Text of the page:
In June, the Bureau of Consumer Financial Protection (BCFP, formerly known as the CFPB) announced the dismissal of more than 60 members of three disbanded advisory boards whose large sizes reportedly prevented members from being candid about their views. Later in the month, the White House nominated Kathy Kraninger, associate director of the Office of Management and Budget, to succeed BCFP acting directory Mick Mulvaney. Sen. Elizabeth Warren (D-MA) subsequently announced a nomination hold until Kraninger releases documents related to her role in the administration’s zero tolerance immigration policy.

Despite the BCFP shake-up and other industry moves by the administration, the outlook for 2018 is overwhelmingly positive; however, an economic contraction could be on the horizon.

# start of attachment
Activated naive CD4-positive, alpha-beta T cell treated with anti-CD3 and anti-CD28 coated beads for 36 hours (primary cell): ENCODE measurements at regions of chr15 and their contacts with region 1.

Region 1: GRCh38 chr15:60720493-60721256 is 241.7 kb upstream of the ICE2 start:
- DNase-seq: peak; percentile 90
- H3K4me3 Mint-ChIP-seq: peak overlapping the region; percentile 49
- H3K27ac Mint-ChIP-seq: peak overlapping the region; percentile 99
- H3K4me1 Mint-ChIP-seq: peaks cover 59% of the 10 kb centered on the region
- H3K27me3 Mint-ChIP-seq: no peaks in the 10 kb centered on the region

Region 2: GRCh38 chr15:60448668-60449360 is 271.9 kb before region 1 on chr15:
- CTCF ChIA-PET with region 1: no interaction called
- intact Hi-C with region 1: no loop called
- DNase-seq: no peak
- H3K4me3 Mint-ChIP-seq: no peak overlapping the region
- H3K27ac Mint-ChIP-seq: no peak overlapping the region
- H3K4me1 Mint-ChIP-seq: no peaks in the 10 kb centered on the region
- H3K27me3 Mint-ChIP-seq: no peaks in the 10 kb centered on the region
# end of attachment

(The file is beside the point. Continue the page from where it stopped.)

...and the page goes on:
Dr. Elliott Eisenberg, a nationally recognized economist, advised attendees of CU Direct’s Drive ’18 conference to enjoy the next 15 to 18 months of economic bliss. Consumer spending, corporate investment, and government spending will continue to produce robust numbers, Eisenberg says. But both Eisenberg and CUNA Mutual’s Rick say a recession is coming.

Rick says credit union executives should prepare for a technical recession in 2020. Eisenberg suggests credit unions think about how to position themselves when the economy gets dicier after sustained good times through late 2019 or early 2020. Eisenberg also stresses the recession he foresees will be milder than the last one and might last six to eight months.

Credit Union Trends